ISLAMABAD: The top US military officer is visiting Pakistan at a time of tensions over America's role in the region.
The US Embassy says Adm. Mike Mullen, chairman of the Joint Chiefs of Staff, will spend Wednesday and Thursday meeting with Pakistani leaders.
Admiral Mike Mullen's trip follows a visit to Afghanistan a day earlier in which he told reporters he would raise ongoing concerns with Pakistan army chief General Ashfaq Kayani, according to the Joint Chiefs of Staff website.
Mullen praised cooperation between US and Pakistani troops in working jointly to combat the militant Haqqani network who target NATO forces in the Afghan east, but acknowledged “strain” caused by the insurgents' ties with ISI.
“Haqqani is having a much more difficult time now,” Mullen told reporters, according to an article on the website.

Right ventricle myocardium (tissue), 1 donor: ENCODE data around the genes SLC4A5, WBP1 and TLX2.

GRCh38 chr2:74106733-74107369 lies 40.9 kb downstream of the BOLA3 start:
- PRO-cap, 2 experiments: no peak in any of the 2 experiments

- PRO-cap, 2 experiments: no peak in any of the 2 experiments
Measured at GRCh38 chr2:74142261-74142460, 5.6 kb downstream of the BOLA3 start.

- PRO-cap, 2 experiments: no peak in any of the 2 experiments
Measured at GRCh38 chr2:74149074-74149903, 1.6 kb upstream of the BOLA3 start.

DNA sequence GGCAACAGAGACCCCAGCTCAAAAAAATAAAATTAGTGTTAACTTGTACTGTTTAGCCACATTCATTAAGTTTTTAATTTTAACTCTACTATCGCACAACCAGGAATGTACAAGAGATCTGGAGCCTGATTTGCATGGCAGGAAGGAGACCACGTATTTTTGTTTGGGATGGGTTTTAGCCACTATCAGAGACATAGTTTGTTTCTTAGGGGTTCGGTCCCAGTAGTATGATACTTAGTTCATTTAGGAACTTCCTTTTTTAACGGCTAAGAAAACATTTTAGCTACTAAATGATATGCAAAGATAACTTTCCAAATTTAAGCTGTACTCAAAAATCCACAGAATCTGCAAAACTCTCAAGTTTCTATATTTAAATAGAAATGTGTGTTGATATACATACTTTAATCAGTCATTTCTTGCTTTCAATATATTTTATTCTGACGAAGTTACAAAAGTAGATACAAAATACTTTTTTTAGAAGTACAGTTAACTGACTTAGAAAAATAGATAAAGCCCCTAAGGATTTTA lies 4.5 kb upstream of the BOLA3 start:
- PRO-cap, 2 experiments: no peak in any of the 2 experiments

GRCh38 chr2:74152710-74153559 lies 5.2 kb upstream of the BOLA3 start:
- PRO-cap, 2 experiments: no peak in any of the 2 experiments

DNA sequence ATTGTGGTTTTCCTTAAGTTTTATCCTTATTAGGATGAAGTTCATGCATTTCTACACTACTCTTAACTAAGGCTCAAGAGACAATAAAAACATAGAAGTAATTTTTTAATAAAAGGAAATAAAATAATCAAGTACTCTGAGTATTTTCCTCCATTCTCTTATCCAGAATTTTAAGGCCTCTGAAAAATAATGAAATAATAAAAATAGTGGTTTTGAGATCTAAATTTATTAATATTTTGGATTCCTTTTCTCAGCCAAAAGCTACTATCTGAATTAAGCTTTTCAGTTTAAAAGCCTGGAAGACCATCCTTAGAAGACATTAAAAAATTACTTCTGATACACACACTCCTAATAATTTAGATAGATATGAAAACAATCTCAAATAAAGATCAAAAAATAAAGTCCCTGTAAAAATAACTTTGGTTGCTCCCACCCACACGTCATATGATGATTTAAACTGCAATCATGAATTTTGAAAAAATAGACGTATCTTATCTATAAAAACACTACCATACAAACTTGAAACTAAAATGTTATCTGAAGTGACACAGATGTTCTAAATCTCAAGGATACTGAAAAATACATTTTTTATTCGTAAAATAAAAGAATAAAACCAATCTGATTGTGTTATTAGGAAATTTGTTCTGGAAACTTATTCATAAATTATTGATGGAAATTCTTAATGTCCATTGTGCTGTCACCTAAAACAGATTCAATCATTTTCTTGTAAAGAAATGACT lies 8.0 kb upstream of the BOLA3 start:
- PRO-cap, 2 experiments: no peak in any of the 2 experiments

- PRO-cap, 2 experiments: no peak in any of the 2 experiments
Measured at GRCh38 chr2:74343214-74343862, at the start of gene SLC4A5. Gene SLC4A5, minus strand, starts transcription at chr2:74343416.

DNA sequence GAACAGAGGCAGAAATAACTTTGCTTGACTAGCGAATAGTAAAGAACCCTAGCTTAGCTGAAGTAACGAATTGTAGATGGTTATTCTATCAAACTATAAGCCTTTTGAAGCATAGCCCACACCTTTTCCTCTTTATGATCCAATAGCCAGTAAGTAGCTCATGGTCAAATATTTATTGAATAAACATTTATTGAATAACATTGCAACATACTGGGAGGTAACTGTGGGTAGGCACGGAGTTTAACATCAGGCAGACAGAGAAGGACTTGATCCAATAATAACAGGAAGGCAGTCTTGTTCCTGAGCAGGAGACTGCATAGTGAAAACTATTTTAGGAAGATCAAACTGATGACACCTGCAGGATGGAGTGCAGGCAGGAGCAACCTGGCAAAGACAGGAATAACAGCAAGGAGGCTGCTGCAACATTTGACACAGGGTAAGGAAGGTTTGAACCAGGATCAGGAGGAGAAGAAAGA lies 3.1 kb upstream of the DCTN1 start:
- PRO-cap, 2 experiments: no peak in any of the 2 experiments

“All that said, we're still working through the (Pakistani) military support, the way through the relationships the (Pakistani intelligence agency) has with the Haqqani network, and the strain that creates.” The Haqqani network is an al Qaeda-allied outfit run by Afghan warlord Sirajuddin Haqqani and based in Pakistan's North Waziristan tribal district.
The group has been blamed for some of the deadliest anti-US attacks in Afghanistan, including a suicide attack at a US base in Khost in 2009 that killed seven CIA operatives.
The commander of coalition forces for the eastern region of Afghanistan, Major General John Campbell, told reporters during Mullen's visit that efforts to work with Pakistan to counter the Haqqani threat had improved.
There were complementary operations either side of the border, but he acknowledged: “I don't know at what level they are tied in to the ISI.”
Mullen is a frequent visitor to Pakistan, and reportedly has a good relationship with Gen. Kayani.
The United States needs Pakistan's cooperation to help end the war in Afghanistan.
But tensions between the two allies have spiked this year after an American CIA employee shot and killed two Pakistanis he said were trying to rob him.
A March missile strike ostensibly targeting the Taliban also angered Kayani, who said dozens of innocent tribesmen were killed.